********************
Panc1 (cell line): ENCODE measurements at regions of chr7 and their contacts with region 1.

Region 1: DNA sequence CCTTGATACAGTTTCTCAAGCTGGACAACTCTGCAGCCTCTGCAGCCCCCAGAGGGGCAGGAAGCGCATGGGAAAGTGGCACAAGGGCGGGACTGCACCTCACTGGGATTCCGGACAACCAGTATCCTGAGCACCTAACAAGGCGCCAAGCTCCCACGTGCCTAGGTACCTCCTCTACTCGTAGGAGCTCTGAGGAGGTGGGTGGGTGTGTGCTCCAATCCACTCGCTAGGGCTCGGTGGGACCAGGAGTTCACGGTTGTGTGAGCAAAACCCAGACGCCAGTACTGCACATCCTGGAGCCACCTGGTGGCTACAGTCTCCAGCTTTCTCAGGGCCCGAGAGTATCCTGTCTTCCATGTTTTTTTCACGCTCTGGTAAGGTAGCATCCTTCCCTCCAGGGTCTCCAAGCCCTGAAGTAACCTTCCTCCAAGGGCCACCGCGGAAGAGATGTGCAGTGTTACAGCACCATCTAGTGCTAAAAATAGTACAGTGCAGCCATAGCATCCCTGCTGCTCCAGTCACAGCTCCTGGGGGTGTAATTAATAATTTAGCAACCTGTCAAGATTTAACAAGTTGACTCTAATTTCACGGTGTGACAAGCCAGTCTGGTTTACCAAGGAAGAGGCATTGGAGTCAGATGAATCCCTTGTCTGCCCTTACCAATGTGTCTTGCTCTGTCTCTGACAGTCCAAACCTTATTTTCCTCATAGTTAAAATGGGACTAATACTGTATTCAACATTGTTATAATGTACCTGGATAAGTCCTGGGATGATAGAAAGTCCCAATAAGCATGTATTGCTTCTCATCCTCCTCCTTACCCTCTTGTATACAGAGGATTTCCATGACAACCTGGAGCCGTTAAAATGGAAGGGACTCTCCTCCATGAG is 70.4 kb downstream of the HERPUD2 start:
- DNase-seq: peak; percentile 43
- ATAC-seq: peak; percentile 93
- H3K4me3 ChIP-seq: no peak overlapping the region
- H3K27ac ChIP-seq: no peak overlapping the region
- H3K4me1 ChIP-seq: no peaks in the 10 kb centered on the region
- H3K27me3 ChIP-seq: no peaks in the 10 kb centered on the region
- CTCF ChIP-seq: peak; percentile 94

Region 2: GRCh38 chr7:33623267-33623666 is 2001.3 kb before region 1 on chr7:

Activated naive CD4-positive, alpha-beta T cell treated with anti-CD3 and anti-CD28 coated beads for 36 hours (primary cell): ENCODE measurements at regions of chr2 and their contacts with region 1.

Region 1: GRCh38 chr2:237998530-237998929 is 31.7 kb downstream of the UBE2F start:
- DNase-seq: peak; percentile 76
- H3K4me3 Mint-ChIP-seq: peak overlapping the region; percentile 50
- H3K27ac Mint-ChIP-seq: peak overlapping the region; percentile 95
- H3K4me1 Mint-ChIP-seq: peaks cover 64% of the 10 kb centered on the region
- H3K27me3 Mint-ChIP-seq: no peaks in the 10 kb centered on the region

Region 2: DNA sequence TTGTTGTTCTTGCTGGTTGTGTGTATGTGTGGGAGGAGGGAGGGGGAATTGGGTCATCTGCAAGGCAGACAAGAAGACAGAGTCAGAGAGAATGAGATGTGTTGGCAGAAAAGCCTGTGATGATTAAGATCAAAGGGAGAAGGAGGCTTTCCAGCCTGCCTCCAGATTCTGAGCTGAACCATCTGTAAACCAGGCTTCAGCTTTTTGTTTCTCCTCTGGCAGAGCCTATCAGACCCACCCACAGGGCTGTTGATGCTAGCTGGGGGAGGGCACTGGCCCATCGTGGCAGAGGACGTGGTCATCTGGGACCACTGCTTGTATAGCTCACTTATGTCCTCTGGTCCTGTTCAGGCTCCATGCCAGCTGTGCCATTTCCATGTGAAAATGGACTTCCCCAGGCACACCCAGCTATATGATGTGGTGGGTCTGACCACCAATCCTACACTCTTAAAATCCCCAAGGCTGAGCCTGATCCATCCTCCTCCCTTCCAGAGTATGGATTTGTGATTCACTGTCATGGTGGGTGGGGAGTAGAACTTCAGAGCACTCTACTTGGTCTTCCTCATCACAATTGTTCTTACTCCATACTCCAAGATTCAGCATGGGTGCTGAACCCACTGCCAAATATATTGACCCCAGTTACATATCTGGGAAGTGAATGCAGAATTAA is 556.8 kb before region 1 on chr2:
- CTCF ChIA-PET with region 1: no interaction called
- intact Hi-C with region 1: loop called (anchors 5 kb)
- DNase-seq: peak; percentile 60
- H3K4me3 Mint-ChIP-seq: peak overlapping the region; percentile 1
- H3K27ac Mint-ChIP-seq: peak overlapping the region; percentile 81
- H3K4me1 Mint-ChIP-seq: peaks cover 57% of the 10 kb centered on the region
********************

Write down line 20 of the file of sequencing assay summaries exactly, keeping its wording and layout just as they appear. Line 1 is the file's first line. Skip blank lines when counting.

- intact Hi-C with region 1: loop called (anchors 5 kb)